Champagne sales took a hit worldwide due in large part to the coronavirus pandemic.
According to the Comite Interprofessionnel du Vin de Champagne (CIVC), an organization of persons assigned under the direction of the French government designed to regulate Champagne production, champagne sales estimated to have fallen by $1.2 billion in 2020.
That’s an 18% drop in volume.
“Faced with an unprecedented crisis, the organization of our sector has proved its resilience. Together, the Champagne winegrowers and houses made a wise decision about yields last year. The adjustment that the Comité Champagne agreed to [on January 25] will give everyone a certain room for maneuvering,” said Maxime Toubart, co-president of the Comité Champagne and president of the Syndicat Général des Vignerons in a press release.
According to Forbes, the industry was already dealing with new sales rules in France that limited special promotions in 2019 and the impact of climate change when the pandemic struck, which resulted in the closure of bars and restaurants and the cancelation of big events and parties.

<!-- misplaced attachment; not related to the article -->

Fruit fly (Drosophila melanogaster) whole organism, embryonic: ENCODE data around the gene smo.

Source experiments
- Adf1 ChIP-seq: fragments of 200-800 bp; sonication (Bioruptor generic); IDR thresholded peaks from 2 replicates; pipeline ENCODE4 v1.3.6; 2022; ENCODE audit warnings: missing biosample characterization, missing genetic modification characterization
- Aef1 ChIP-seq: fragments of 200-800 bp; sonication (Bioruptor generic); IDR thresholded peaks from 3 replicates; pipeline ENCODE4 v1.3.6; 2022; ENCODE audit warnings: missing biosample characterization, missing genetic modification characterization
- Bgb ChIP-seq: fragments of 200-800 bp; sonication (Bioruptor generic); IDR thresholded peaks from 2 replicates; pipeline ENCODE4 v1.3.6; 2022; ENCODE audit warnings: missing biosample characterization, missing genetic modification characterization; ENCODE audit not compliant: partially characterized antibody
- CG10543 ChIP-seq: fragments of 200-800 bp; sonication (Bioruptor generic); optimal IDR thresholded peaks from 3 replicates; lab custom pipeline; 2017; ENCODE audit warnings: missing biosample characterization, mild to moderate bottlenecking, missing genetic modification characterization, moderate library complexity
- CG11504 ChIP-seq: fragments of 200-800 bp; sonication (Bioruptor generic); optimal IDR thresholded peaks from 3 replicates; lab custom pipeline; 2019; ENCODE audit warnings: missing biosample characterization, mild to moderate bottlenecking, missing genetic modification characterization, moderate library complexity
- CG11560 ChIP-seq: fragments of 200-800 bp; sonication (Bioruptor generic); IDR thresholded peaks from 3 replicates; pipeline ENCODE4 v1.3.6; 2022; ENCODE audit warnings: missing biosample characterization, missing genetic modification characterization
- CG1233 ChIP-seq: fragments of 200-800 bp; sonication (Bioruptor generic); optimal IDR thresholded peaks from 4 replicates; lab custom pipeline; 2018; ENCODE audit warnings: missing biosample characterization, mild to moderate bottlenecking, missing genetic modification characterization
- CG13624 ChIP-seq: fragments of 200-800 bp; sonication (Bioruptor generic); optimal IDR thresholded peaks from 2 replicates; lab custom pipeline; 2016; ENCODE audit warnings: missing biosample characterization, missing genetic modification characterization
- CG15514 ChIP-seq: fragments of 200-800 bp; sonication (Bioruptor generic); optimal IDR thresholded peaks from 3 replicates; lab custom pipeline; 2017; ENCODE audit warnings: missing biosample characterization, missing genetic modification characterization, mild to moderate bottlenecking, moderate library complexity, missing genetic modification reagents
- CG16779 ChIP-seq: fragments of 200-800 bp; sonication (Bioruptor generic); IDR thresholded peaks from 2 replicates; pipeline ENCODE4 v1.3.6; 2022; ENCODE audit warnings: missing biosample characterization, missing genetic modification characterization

“Despite the crisis, Champagne remains dear to the hearts of consumers who feel the need to keep something exceptional in their everyday lives and to choose quality products when so many other pleasures are unavailable due to the health crisis,” added Jean-Marie Barillère, co-president of the Comité Champagne and president of the Union des Maisons de Champagne in a statement. “It is the strength and power of our appellation to be the champion of prestige and, above all, quality among our consumers.”
However, the expectation doesn’t seem to be quite as bad as expected, with previous estimates showing sales projected to decline by 30%, which was not the case.
After weathering the 2009 global economic crisis, the producers said they are taking the necessary steps by adjusting grape harvest volumes so “the Champagne industry can approach 2021 with confidence.”